Australia

health

Australia prioritizes air service to 3 countries

CANBERRA, Australia — Australia’s prime minister said on Thursday his government was giving priority to reopening air services to Japan, Singapore and South Korea.

Prime Minister Scott Morrison said he had discussed reopening air routes with the leaders of all three countries.

He described Japan and South Korea as “two countries that have done particularly well” in dealing with the pandemic.

“There are a number of countries we’re looking at to see what we can do probably next year. We’re not going to rush into this,” Morrison said.


The three Asian countries “are my current priorities in how we would pursue that,” he added.

Australia will allow travelers from neighboring New Zealand to arrive without hotel quarantine from Friday. New Zealand has eradicated community transmission of COVID-19.

But New Zealand will continue to insist travelers from Australia quarantine for two weeks on arrival.

Australia reported only 12 new cases of community transmission of the virus on Thursday. Australia’s most populous states, New South Wales and Victoria, reported six each.

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HERE’S WHAT YOU NEED TO KNOW ABOUT THE VIRUS OUTBREAK:

— French President Macron sets curfew, restores state of emergency

— Spain 1st European Union nation to reach 900,000 virus cases

— World Bank OKs $12B for coronavirus vaccines, tests

— Russian President Vladimir Putin announces regulatory approval for a second coronavirus vaccine after early-stage studies.

— Scientists say among 21 developed countries at start of the coronavirus pandemic, those with early lockdowns, solid national health systems avoided more deaths.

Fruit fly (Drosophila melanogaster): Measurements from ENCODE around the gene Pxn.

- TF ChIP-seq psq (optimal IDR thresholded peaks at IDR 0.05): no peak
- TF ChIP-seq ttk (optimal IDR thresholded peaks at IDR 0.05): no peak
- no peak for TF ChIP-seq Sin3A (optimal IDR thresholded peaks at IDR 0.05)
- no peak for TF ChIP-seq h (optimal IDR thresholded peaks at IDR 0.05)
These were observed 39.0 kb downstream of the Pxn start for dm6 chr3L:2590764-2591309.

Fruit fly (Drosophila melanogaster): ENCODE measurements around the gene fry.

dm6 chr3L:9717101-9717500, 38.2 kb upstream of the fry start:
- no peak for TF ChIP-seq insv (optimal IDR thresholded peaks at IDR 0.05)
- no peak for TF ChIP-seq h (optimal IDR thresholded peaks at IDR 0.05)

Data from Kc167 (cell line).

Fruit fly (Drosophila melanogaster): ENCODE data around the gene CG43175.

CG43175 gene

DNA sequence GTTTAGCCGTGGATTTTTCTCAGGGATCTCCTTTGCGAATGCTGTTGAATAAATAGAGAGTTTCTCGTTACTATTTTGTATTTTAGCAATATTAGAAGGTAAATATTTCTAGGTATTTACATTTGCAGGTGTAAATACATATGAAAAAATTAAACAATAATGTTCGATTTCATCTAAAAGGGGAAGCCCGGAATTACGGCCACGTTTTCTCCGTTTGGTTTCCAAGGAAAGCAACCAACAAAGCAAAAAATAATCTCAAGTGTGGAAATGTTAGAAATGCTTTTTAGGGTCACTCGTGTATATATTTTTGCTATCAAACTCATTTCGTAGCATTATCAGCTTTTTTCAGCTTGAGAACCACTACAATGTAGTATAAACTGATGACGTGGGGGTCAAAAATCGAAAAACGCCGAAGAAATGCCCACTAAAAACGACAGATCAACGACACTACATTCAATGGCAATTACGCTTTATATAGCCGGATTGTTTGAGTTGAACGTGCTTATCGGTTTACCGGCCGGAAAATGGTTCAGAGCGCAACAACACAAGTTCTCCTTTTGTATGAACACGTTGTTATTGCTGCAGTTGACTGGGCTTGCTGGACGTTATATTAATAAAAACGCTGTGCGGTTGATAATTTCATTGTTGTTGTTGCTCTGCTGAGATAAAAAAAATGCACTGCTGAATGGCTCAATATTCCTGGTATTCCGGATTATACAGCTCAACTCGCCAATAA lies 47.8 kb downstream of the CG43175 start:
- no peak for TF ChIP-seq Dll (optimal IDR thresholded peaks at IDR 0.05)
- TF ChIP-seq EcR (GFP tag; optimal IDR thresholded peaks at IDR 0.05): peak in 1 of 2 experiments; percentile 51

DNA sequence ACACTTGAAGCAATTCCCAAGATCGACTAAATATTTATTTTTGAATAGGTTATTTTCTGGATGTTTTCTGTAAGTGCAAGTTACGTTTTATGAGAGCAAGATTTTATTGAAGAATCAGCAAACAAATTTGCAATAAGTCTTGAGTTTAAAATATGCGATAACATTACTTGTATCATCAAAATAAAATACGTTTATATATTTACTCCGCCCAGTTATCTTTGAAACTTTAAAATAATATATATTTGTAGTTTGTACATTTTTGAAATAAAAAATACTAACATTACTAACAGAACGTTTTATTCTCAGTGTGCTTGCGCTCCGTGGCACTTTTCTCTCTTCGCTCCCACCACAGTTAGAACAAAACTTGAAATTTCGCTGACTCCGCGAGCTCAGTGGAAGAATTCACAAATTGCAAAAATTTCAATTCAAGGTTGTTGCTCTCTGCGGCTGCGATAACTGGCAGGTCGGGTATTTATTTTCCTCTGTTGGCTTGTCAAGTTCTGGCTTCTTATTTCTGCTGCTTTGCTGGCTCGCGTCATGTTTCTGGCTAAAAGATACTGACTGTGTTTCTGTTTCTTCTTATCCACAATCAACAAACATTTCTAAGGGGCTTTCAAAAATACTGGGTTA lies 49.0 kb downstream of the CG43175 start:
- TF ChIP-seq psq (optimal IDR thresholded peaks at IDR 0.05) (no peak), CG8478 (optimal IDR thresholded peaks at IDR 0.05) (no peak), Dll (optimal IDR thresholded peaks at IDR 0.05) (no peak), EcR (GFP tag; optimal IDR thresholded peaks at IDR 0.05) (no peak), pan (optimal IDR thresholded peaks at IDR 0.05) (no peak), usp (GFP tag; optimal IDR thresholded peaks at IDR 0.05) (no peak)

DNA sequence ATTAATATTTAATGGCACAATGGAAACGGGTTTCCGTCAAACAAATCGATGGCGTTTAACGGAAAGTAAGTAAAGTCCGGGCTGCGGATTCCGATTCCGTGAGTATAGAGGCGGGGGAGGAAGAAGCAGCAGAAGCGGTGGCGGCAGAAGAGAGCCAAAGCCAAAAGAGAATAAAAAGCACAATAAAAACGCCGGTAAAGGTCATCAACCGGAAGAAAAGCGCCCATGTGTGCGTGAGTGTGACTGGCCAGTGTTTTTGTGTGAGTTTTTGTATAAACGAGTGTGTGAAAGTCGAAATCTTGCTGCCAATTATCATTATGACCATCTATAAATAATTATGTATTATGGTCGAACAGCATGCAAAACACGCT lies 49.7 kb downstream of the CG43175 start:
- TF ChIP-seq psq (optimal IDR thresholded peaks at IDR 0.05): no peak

— Soccer star Cristiano Ronaldo is back in Italy after testing positive for the coronavirus in Portugal.

— Follow AP’s pandemic coverage at http://apnews.com/VirusOutbreak and https://apnews.com/UnderstandingtheOutbreak

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HERE’S WHAT ELSE IS HAPPENING:

SEOUL, South Korea — South Korea has reported 110 new cases of the coronavirus as a hospital in Busan emerged as the country’s latest cluster of infections.

The numbers released by the Korea Disease Control and Prevention Agency on Thursday brought the national caseload to 24,988, including 439 deaths.

Half of the new cases were reported from Busan, a southern port city where at least 54 infections were tied to a hospital for the elderly.

More than 40 cases were reported from the densely populated Seoul metropolitan area, where health workers have struggled to track infections tied to various places and groups, including hospitals, churches, schools and workers.

The steady rise in infections is a cause of concern in a country that has just lowered it social distancing measures, allowing high-risk venues like nightclubs and karaoke bars to reopen and spectators to return to professional sports.

Health officials are planning to test 160,000 employees at hospitals, nursing homes and welfare centers for senior citizens in Seoul and nearby areas in part of efforts to prevent outbreaks at these facilities.

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MEXICO CITY — Mexico reported Wednesday that a total of 1,744 health-care workers have died so far of COVID-19, and another 164 are suspected to have died of it but their test results are still pending.

The number

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